A dearth of creativity
Pokémon trainers travel for one purpose — to capture and train rare creatures with supernatural powers to become a master in battles.
I looked up where the beasts can be found. Moltres, a legendary bird that revives itself by dipping in molten magma, lives in Kilauea Volcano in Hawaii. Articuno, also known as Freezer, is on top of the icy Mount Everest, and Thunder can be found in Venezuela’s Catatumbo River where lightning bolts are frequent. How good the Internet connection is atop Mount Everest is unknown. But still, I found myself eagerly looking up the locations.
’80s and ’90s kids grew up with Pokémon. Parents and kids both collected the cards, learned the abilities and mimicked angry Pikachu. First-generation trainers in the anime caught the beast with balls while today’s swipe their phones.
The phone that’s always in our hands has gained another function. It has become a tool to catch, breed, train, and battle digital creatures for sport. They have come out of their console sets and live among us. The adorable creatures have never been so real and fun.
But our response to this game and phenomenon can hardly be called fun. The media are reproachful about why our industry has failed to come up with such an idea and examined the status quo of patents on augmented reality and budgets for development. The government is under fire for outdated policy and ruining the industry with myriad regulations. There are calls for more investment and policy attention in AR, predicting it would be four times larger than the virtual reality market. The government trotted out measures that would include easing curfews on online gaming for minors.
Is such a response normal? It is true that our AR technology lags. But it is not true that the local industry cannot make an AR game like Pokémon Go. There already was a similar game called Olle Catch Catch. The technology does not seem to be a problem as the local industry is reportedly working to release a similar version of the game featuring the Pororo characters that are popular with Korean kids.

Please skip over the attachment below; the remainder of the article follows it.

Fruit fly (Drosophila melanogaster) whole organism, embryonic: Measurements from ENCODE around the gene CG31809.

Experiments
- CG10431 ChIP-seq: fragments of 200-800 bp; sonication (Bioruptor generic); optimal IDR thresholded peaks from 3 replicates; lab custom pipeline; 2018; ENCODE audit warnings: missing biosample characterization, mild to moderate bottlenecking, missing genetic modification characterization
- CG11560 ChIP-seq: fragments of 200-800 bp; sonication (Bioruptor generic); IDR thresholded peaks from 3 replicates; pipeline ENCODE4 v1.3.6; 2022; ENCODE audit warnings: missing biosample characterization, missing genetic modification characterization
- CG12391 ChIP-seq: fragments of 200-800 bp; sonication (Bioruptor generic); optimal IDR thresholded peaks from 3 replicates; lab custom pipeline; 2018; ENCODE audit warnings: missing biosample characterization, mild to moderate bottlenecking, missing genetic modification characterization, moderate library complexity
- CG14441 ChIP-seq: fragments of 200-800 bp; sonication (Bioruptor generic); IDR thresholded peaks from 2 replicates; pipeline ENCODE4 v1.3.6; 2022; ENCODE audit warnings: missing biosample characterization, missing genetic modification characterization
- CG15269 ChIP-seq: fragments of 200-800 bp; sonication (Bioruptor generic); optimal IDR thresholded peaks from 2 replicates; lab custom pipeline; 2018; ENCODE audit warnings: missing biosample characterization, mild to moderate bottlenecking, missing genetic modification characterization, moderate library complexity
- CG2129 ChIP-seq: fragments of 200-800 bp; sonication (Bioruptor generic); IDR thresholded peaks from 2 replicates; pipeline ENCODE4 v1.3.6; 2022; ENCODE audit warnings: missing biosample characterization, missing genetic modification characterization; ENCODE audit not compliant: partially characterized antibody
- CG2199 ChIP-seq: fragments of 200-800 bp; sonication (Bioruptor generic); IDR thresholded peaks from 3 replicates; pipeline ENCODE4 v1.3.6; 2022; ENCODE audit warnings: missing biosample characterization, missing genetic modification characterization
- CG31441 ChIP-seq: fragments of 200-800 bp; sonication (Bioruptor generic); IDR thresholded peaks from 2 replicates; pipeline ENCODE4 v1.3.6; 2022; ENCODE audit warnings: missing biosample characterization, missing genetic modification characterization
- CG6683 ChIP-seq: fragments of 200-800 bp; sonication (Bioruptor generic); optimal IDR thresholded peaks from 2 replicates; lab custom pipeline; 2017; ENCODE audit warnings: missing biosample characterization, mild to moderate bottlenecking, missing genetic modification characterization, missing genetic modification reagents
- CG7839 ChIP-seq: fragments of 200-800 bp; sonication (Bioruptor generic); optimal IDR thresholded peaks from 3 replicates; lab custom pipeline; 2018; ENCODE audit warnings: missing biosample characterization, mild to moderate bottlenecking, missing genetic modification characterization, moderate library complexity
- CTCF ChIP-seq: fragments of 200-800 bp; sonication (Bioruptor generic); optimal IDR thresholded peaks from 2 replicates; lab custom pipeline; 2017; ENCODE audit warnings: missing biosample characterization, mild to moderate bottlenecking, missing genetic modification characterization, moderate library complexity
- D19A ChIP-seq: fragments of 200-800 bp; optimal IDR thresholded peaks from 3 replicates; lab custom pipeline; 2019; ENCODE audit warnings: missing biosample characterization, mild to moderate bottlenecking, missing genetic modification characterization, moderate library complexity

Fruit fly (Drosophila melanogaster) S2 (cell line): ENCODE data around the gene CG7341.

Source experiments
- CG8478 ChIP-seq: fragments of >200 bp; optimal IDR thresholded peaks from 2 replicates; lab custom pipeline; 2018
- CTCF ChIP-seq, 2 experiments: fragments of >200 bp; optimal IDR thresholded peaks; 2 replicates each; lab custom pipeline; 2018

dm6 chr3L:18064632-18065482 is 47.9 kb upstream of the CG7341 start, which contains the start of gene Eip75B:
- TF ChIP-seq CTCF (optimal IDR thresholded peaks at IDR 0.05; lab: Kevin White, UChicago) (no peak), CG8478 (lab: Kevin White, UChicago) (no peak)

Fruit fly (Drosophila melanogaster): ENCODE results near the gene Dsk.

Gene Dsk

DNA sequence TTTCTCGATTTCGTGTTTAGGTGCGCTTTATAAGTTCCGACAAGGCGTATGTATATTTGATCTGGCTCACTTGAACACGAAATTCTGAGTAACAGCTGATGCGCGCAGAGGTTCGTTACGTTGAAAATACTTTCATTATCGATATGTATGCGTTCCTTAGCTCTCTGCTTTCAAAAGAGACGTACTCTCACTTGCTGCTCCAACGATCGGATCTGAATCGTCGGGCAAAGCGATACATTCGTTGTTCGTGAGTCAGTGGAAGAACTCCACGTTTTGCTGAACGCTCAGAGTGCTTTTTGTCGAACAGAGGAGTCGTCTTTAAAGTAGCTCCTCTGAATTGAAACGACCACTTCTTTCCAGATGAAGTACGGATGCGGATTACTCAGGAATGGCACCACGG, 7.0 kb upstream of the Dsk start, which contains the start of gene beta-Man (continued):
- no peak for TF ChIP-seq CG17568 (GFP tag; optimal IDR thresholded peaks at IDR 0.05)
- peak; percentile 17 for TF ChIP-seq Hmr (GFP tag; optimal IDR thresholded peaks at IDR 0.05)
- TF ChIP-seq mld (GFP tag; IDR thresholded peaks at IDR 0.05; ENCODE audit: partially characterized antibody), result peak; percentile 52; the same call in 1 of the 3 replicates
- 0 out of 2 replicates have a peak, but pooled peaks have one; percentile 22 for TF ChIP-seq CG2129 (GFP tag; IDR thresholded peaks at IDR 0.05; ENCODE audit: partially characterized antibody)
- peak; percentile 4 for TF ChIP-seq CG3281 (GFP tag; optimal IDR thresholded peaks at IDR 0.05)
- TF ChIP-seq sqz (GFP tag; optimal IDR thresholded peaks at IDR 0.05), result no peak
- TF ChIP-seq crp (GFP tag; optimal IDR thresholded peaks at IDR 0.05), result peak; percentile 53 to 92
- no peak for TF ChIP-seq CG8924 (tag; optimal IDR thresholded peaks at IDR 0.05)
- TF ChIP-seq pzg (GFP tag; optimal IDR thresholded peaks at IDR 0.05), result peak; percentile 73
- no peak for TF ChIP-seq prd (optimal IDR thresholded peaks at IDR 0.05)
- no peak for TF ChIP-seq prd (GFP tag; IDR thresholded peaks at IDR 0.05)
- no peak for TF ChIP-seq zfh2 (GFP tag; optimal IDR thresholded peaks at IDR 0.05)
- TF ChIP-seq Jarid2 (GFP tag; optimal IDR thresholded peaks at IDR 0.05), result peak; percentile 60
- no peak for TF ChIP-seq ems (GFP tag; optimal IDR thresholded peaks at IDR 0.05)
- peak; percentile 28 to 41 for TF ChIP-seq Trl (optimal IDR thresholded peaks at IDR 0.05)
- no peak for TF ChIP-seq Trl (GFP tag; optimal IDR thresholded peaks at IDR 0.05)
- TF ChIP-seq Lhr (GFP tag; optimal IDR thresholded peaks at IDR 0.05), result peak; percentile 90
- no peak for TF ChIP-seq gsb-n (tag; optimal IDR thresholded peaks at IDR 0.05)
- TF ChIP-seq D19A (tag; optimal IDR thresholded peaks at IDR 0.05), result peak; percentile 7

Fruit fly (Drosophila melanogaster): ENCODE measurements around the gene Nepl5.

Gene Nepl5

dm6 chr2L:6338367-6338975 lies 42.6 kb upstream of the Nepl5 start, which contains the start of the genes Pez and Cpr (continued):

So why has the industry and policies been more titled toward VR instead of AR in Korea? AR does not require new devices, while VR needs special gadgets such as eyewear. Policymakers believe Korea, whose economy relies on large manufacturers, has a better chance in the VR sector. Although software is stressed, policies still favor hardware.
The fact that the industry can think only of Pororo characters for AR adaptation underscores how barren Korea is in intangible intellectual assets. Software and content has been regarded as cheap and less worthy. But we become all envious when a game made in another country becomes a blockbuster hit.
Pokémon GO has become a social and cultural phenomenon because it is built on a storyline many already know and enjoy. Copycat versions with different characters likely won’t be as successful.
Korea has been hyped about fostering the 3D industry after the blockbuster movie “Avatar.” But it has made little progress. The country not only lacks intellectual properties and AR technology, but also creativity.
Korea is relatively rich in content. We do not have globally popular anime characters like Pokémon, but we have Hallyu stars like Kim Soo-hyun and Song Joong-ki. But we lack the creativity to turn them into marketable content. If AlphaGo raised awareness on artificial intelligence, the Pokémon Go phenomenon let Koreans know that AR can be enjoyed and applied to change our everyday lives.
JoongAng Ilbo, July 20, Page 30
*The author is an editorial writer of the JoongAng Ilbo.
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